'Winter' Artwork by Professor Laura Terry Selected for Delta Cultural Center Exhibit

"Plow the Good Earth (Winter)" was selected for an exhibit that will be on display Feb. 9 through June 12 at the Delta Cultural Center in Helena.
Courtesy of Laura Terry

"Plow the Good Earth (Winter)" was selected for an exhibit that will be on display Feb. 9 through June 12 at the Delta Cultural Center in Helena.

FAYETTEVILLE, Ark. – A burgundy barn rests near the snow-covered ground, with rows of decayed plants showing through. A quilted square of bright hues — orange, red, blues and white — pops against the barn's side. Elsewhere in the painting, there are silhouettes of three farm mules, muted color blocks against a pale blue sky, and a simple, pink square outline.

This is a piece that remains from the larger "Plow the Good Earth," which Laura Terry painted a few years ago. This "Winter" panel has been selected for an exhibit at the Delta Cultural Center in Helena, called "The Painted Delta: Artistic Expressions of the Alluvial Plain," which is on display Feb. 9 through June 12.    

An opening reception will be held at 4 p.m. Saturday, Feb. 9, at the center, 141 Cherry St., in Helena. Admission is free.

Terry is an associate professor of architecture in the Fay Jones School of Architecture and Design at the University of Arkansas, where she has taught since 1998.

The full piece originated when Terry and other artists from six states were asked to create artwork for "Ballad of the Farm: Then, Now, Tomorrow," a 2015 collaborative art exhibition at the Bone Creek Museum of Agrarian Art in David City, Nebraska. Each artist drew inspiration from historic farm photographs from the early to mid-1900s.

An image showing an aerial view of a farm prompted Terry to create a four-panel piece, each showing an individual scene — each of the four seasons — while still an integral part of the whole. Each of the four panels measured 38 by 18 inches, for a total width of 72 inches.

Terry said she has always been fascinated by the seasons and how the landscape changes over the course of a year. When she was making the piece originally for the Nebraska show, the artists were encouraged by the curator of that exhibit to interview farmers about life on the farm.

"When I asked them what winter was like, their answers were different than I expected. I thought winter would be a time of rest, but the farmers described a period of intense activity —  preparing the ground, repairing equipment, ordering seeds," Terry said. "They all admitted that, while the time wasn't as intense as planting or harvesting, they were still quite busy. So the barn in this scene is a physical reference to the 'work' that happens in the winter. I also thought it was important to reference what was left of the harvested crops peeking out from the snow. It is a reference to the other seasons, and what is left behind."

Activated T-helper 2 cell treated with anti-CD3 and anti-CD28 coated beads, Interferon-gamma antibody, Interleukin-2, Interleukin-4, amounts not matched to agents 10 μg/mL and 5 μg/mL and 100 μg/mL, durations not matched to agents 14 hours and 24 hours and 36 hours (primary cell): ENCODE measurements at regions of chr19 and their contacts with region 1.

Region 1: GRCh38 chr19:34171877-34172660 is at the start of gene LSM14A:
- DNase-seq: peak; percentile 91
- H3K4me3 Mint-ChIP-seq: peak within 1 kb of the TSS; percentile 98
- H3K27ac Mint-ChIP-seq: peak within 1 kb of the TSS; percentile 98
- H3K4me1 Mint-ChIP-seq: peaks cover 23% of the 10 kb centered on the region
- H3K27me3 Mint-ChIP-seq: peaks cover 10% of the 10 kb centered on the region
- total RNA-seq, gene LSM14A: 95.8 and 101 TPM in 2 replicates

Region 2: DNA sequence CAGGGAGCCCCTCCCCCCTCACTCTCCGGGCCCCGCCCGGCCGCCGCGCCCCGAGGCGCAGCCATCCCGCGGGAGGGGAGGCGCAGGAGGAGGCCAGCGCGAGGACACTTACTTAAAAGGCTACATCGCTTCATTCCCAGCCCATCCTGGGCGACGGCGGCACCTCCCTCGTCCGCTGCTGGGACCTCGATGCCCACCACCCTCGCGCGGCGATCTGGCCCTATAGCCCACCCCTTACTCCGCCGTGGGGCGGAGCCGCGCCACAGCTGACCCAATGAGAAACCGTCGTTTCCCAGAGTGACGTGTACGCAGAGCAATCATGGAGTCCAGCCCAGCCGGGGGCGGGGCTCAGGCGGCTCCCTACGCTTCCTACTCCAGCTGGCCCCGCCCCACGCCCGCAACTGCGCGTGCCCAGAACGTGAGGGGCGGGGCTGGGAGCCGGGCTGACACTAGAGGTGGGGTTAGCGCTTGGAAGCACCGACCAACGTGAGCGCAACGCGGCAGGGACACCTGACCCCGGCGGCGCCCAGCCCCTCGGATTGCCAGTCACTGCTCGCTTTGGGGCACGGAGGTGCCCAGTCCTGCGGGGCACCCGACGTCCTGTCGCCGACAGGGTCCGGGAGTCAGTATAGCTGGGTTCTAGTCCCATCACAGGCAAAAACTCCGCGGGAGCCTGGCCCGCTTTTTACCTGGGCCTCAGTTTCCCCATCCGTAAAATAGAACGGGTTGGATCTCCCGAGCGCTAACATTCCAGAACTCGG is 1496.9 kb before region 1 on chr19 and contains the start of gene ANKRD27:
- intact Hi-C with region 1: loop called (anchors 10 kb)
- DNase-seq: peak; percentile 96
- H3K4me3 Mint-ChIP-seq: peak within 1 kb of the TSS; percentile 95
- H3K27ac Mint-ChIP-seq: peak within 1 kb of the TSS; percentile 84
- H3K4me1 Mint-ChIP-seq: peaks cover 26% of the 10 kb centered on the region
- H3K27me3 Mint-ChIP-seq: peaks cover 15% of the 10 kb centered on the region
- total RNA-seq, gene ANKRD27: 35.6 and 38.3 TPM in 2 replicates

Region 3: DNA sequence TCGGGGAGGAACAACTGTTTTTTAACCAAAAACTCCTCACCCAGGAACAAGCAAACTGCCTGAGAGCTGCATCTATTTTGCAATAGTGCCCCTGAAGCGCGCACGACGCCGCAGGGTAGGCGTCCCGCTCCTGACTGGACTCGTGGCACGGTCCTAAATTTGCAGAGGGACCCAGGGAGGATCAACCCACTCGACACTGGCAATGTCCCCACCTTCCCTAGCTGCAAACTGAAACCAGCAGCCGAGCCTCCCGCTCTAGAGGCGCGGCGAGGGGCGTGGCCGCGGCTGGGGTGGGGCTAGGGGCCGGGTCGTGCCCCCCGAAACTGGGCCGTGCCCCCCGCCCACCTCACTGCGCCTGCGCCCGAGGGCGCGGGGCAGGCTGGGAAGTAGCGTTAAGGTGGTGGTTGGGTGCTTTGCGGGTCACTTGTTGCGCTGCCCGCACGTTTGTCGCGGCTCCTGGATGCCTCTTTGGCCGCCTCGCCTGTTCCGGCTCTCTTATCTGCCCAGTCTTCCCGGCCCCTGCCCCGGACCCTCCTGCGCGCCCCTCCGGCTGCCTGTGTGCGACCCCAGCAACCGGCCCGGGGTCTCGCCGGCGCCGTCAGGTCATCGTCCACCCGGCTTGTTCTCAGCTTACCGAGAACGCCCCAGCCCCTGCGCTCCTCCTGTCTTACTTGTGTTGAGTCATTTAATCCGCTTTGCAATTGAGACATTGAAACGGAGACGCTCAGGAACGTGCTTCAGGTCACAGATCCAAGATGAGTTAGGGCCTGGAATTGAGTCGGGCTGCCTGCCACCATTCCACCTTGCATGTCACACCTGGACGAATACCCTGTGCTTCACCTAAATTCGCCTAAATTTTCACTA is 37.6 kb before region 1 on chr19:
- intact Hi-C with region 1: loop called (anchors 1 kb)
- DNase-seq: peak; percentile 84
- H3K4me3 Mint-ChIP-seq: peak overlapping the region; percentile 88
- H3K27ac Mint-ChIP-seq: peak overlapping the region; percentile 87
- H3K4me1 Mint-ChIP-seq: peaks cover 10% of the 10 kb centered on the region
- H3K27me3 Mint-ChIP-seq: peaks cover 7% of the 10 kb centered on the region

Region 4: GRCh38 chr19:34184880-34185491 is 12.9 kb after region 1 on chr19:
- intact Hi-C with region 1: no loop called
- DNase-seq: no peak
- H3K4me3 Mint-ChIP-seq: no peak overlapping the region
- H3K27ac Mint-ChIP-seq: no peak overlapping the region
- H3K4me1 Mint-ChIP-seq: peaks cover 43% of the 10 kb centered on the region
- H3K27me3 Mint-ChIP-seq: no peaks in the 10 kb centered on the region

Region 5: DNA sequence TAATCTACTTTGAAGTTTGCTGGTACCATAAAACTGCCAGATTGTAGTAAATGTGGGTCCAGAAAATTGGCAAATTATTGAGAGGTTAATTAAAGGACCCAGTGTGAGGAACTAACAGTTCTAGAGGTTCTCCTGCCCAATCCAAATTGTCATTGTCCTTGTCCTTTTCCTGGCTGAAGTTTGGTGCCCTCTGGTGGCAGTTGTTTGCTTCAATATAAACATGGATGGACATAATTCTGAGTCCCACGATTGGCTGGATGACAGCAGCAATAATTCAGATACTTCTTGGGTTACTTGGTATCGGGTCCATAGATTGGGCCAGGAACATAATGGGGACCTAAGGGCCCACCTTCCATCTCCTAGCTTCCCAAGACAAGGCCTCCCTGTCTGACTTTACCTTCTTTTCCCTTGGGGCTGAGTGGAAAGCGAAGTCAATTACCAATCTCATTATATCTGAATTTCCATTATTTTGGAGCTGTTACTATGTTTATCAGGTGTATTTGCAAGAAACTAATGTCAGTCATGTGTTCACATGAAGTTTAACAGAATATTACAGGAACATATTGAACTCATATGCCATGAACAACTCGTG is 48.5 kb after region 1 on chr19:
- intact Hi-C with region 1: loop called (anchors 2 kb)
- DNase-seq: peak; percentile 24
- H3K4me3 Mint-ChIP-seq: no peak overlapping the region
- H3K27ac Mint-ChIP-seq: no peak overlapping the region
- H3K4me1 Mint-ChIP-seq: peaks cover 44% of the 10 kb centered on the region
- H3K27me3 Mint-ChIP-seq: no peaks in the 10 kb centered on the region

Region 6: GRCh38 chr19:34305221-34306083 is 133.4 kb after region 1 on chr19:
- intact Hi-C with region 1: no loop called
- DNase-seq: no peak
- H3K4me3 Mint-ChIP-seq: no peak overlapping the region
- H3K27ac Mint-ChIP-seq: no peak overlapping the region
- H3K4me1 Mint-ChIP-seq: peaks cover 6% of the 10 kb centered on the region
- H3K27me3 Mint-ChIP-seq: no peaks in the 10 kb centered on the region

For this exhibit in Helena, the "Winter" panel stands on its own. And that burgundy barn, the brightly colored quilt - those show who Terry was then as an artist. That piece, however, doesn't reveal who she is now. In a way, it documents the artist she's left behind.

When she looks at "Winter" now, Terry finds she was "too aggressive" with those colors.

"The landscape is much more subtle," she said.

In the work shown in her most recent exhibit of drawings and prints, in early 2018, she employed a more natural, understated color palette than is found in "Winter."

"Looking at this piece now is very uncomfortable because the colors are so saturated, and hard-edge in their geometries," she said. "But I think also it proves that I have grown as an artist. I don't want to keep making the same work over and over again. So looking at the piece now, while a bit awkward, is worth it because I know I am maturing."

Terry learned about the Helena exhibit through a notice from the Arkansas Arts Council, which asked for work to be sent to the center's curator, Drew Ulrich. She had recently been to Wilson, traveling through the landscape of that east Arkansas region, and she thought the farming focus of the piece was well suited for this exhibit.

After submitting the original piece, Ulrich contacted her and asked if she'd considered separating its panels and showing only one or two of them.

"When I made the piece, I resolved each panel compositionally as a standalone piece that would also work with the others holistically, so I didn't mind," she said.

Following this exhibit, Terry's "Winter" piece will remain as part of the Delta Cultural Center's permanent collection.

The Delta Cultural Center is open 9 a.m. to 5 p.m. Tuesdays through Saturdays.

For more information about the exhibit, contact Drew Ulrich, the center's curator, at 870-338-4350.


Laura Terry, associate professor
Fay Jones School of Architecture and Design
479-575-6779, lmt@uark.edu

Michelle Parks, director of communications
Fay Jones School of Architecture and Design
479-575-4704, mparks17@uark.edu


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